Previously, I’ve reported on the American dirt bike manufacturer ATK getting into the street bike business. Previously, ATK had a deal to assemble and badge 250cc and 650cc Hyosung (S&T Motors) sport bikes and cruisers here in the US. Well, last week, during Speed Week at the Bonneville Salt Flats in Utah, ATK unveiled an entirely new cruiser, a 700cc bike for the US market.
Not only that, but S&T’s chief operating officer, Jimmy Park, piloted the new cruiser to a speed in excess of 100MPH on the salt flats.
Details and specs on the new cruiser are lacking, but presumably will be released in due course. The full press release from ATK is here (PDF).
Vacation is over, so it’s back to our regularly scheduled motoblogging.
This vacation was a cruise to Mexico. I mention this because it was interesting to see the differences in the motorcycling communities in other countries.
Mexico is definitely NOT a sportbike or cruiser environment. I saw exactly one sportbike, a CBR1000RR that was on sale in Mazatlan. I saw a couple of cruisers, including one Harley-Davidson, in Mazatlan as well. The remainder were scooters or 125-250cc dual sports. In Puerto Vallarta, it’s almost entirely dual sports.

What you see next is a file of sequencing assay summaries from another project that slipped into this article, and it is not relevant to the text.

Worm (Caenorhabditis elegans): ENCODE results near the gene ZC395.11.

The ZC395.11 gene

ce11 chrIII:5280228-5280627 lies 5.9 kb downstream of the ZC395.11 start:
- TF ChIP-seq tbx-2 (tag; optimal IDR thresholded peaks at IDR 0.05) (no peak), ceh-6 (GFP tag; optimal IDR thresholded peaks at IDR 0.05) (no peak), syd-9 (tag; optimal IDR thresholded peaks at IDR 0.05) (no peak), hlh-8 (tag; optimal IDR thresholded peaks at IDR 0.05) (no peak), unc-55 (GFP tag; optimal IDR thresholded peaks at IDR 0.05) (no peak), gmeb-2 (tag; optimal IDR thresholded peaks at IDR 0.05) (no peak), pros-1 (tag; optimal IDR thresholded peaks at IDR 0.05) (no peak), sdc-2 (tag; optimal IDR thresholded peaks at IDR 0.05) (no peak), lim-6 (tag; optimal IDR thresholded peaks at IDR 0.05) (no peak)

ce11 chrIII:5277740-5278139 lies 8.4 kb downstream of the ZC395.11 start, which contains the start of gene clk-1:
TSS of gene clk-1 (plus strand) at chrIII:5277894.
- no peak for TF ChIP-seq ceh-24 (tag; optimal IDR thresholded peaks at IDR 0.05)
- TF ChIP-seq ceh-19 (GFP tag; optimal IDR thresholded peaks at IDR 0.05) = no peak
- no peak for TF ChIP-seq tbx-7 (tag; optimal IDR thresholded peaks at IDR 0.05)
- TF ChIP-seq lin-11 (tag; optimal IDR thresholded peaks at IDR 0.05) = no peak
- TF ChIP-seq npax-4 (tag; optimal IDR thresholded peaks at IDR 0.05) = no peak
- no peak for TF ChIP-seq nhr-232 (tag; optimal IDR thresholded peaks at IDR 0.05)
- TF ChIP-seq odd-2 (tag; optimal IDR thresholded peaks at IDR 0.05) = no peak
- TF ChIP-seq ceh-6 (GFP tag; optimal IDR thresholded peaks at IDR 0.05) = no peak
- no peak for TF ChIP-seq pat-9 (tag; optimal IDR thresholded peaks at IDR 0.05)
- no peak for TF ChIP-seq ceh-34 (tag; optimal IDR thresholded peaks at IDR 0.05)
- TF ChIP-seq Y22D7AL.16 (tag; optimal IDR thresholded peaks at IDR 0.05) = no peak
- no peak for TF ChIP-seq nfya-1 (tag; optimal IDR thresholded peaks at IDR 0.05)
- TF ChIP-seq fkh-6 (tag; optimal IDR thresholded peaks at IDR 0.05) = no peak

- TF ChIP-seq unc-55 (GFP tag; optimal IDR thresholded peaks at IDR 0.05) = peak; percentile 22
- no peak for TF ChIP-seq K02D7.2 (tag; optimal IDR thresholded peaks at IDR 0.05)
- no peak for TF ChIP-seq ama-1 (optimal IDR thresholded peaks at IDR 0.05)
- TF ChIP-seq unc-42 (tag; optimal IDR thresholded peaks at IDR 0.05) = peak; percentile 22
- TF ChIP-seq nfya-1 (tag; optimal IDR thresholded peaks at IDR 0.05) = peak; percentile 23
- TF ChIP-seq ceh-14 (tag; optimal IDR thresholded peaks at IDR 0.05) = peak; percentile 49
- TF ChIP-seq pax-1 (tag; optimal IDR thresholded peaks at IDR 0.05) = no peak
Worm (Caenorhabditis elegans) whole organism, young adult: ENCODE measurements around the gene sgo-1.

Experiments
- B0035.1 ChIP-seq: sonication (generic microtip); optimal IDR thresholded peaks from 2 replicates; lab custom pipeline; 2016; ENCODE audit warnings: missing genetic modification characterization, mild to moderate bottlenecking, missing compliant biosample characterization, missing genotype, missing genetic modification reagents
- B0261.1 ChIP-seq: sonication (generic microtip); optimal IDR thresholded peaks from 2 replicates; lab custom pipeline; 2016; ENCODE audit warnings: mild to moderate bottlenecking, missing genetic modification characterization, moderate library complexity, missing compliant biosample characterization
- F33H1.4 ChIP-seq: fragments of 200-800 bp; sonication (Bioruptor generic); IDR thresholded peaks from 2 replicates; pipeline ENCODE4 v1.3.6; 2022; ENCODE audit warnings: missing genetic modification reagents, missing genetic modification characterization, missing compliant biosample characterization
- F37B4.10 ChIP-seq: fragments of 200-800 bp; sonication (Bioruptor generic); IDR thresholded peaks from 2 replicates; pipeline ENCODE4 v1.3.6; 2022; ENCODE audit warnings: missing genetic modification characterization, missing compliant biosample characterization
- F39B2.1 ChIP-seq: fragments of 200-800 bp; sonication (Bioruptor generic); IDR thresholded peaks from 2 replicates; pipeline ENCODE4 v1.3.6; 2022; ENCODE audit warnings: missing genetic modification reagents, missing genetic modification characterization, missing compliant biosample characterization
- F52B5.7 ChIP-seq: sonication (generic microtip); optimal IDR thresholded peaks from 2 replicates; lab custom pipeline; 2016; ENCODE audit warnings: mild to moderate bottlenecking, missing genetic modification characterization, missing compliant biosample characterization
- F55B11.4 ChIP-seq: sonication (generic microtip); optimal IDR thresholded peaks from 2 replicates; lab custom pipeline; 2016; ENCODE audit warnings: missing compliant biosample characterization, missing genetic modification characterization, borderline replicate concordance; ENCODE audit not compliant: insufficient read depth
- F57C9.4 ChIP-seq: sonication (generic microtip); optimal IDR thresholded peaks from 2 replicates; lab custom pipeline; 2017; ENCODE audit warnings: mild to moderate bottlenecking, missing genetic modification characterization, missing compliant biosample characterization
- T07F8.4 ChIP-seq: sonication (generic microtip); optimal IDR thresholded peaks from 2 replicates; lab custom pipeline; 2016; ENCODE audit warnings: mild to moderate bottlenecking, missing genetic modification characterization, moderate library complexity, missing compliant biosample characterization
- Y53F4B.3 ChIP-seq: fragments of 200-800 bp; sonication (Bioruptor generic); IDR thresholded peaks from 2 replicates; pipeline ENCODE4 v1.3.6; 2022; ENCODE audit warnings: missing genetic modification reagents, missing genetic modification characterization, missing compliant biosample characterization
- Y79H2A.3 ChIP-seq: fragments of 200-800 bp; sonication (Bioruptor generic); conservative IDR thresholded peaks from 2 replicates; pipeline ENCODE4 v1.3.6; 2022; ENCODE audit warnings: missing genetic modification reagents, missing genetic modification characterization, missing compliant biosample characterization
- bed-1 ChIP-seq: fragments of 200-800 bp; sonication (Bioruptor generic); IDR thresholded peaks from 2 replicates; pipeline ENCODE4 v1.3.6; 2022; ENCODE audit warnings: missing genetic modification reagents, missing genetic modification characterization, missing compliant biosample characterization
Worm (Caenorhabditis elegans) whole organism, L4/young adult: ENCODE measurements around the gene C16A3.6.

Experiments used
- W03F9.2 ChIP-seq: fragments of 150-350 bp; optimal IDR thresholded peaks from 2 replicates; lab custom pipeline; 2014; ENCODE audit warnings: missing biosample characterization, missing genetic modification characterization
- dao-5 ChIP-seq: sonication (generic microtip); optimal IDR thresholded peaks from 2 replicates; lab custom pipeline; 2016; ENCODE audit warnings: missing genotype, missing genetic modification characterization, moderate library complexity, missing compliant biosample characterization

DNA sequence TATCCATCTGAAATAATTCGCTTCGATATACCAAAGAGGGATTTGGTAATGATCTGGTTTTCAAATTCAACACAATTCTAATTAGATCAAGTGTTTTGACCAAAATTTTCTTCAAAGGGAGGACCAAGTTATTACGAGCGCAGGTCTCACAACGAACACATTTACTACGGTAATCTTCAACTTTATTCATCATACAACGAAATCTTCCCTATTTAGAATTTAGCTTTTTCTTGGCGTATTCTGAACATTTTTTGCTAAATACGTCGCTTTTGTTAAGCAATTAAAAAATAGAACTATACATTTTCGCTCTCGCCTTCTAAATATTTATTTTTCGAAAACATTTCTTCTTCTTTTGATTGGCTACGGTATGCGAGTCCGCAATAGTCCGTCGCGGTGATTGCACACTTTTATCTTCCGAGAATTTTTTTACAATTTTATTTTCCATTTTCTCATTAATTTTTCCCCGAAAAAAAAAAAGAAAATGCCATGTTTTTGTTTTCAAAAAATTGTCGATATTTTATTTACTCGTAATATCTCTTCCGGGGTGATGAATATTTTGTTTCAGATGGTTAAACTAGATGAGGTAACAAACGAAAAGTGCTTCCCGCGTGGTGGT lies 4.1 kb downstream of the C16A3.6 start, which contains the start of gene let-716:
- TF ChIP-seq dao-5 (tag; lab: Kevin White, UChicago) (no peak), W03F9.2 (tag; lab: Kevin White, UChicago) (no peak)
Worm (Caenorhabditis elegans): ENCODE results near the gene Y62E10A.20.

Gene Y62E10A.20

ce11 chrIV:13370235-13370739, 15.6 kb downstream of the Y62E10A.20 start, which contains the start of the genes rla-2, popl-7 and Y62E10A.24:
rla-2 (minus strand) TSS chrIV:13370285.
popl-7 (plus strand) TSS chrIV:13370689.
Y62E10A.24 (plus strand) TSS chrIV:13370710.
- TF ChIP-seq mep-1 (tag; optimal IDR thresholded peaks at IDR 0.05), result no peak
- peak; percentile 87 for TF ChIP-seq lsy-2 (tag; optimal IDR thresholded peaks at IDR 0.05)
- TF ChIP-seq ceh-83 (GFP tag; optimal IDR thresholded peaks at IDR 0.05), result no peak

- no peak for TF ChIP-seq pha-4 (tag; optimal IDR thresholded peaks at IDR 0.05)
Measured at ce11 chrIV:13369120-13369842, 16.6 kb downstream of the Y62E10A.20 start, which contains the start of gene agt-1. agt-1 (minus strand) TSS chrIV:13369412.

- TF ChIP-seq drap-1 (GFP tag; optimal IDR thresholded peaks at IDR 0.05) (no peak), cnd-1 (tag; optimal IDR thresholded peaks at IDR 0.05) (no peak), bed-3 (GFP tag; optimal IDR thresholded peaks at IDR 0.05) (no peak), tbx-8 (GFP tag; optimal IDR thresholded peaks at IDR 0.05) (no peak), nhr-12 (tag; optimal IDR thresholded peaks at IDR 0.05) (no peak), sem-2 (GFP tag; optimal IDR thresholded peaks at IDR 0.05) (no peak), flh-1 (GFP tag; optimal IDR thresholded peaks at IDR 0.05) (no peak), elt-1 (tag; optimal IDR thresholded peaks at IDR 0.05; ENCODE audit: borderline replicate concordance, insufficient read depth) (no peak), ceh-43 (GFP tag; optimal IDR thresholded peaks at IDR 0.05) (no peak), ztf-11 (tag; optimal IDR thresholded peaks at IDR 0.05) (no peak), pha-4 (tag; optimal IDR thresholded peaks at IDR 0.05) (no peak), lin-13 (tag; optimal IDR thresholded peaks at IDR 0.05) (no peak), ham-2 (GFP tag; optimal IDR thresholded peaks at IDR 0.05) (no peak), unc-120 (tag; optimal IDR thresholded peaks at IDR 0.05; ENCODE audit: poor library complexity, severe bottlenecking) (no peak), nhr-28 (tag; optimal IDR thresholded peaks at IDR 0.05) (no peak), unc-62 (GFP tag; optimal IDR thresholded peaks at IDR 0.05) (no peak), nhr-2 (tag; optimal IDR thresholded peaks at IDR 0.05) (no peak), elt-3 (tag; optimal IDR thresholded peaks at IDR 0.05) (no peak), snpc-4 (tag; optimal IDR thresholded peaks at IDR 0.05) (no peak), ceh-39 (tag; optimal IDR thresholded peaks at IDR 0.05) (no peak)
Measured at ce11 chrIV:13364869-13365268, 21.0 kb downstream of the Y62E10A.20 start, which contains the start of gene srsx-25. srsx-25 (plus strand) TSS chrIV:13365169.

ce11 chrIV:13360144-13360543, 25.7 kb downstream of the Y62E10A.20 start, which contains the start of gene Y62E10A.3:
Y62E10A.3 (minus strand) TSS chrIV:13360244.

That city is a special case, though, because it sits at the foot of the jungle, with huge amounts of water runoff from the rain forest. As such, many of the streets consist not of asphalt pavement, but fist-sized stones set in concrete. City driving there is much like a well-maintained fire road here. You need a Dual Sport just to drive around downtown, as the even the best-maintained stone roads are suspension-punishing monsters.
Motorcyclists in Mexico also ride with a mix of elan and courage that is…well…frightening. But then, automobile drivers do, too.
They have mandatory helmet laws in Mexico, but they certainly aren’t fanatics about it. That is to say, most motorcyclists obey it…at least with some kind of helmet, anyway. Whether it’s a motorcycle helmet is a different story.